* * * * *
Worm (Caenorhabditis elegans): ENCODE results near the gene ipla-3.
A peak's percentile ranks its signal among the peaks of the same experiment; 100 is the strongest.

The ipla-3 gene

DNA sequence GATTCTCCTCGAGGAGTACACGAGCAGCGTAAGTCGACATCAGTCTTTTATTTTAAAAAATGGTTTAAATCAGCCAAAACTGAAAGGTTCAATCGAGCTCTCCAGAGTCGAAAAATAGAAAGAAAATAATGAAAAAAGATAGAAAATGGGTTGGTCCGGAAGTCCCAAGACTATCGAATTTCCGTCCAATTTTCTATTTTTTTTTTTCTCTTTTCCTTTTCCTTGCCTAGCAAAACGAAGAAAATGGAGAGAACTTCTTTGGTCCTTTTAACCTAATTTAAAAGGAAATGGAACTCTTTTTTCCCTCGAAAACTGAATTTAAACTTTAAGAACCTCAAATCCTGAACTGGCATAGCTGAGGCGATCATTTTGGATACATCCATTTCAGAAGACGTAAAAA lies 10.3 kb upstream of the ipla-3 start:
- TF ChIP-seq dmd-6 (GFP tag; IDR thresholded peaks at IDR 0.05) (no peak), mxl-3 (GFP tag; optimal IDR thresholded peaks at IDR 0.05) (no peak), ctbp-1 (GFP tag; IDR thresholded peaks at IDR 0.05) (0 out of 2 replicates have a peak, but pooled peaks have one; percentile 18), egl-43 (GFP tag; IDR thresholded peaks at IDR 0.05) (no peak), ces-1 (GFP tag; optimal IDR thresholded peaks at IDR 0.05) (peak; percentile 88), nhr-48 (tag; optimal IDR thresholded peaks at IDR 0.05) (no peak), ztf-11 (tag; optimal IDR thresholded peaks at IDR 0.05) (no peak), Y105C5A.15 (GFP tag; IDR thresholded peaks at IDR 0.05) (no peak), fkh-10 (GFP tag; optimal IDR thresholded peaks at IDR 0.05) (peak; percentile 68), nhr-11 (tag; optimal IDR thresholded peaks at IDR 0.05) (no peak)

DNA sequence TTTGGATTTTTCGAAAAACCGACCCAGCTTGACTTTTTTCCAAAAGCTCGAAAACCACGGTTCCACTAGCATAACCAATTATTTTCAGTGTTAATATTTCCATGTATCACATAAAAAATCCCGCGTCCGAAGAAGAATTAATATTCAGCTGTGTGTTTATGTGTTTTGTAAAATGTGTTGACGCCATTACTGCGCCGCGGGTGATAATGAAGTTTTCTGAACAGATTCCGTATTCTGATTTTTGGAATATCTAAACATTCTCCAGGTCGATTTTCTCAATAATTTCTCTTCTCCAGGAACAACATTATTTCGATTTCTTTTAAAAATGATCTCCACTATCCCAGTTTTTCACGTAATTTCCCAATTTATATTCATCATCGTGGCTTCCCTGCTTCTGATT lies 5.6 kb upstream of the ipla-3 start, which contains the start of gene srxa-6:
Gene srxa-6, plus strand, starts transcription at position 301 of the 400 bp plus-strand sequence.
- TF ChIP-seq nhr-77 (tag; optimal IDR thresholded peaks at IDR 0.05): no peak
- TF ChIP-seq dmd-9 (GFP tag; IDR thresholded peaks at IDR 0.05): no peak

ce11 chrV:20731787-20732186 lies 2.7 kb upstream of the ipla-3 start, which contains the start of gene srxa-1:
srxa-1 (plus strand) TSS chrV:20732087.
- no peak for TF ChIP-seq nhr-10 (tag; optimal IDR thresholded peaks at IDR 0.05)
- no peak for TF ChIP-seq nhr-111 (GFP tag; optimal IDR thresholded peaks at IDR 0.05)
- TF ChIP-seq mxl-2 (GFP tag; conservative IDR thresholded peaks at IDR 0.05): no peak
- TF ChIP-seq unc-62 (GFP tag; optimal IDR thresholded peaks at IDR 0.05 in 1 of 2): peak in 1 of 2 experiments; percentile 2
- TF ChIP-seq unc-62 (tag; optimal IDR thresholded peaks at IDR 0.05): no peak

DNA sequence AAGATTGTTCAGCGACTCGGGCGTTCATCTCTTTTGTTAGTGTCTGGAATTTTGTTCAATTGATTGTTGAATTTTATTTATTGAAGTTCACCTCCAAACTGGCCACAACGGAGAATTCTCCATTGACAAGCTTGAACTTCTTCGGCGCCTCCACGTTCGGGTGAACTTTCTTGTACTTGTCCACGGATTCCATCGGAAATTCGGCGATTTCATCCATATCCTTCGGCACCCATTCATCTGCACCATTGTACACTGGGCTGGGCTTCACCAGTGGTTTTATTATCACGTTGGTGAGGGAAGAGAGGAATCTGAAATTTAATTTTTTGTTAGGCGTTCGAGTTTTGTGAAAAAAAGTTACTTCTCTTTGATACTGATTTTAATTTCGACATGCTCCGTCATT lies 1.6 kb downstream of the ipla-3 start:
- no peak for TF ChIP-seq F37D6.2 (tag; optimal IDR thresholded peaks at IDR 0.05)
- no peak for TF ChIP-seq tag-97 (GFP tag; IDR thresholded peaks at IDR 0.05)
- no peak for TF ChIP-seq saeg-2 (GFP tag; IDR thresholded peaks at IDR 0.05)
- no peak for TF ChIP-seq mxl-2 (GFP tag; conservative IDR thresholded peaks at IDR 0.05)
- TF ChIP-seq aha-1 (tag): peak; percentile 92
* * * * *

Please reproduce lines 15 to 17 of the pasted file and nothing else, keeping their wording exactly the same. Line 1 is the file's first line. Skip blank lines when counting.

- TF ChIP-seq unc-62 (GFP tag; optimal IDR thresholded peaks at IDR 0.05 in 1 of 2): peak in 1 of 2 experiments; percentile 2
- TF ChIP-seq unc-62 (tag; optimal IDR thresholded peaks at IDR 0.05): no peak

DNA sequence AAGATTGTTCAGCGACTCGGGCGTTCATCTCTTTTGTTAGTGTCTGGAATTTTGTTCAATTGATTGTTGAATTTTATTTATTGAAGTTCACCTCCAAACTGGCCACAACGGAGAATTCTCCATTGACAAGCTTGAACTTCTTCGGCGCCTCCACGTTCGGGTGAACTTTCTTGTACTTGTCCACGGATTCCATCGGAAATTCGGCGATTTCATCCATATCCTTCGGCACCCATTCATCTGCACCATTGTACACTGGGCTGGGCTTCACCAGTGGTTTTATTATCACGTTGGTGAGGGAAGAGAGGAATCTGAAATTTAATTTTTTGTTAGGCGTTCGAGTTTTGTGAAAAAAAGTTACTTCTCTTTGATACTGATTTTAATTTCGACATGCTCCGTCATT lies 1.6 kb downstream of the ipla-3 start: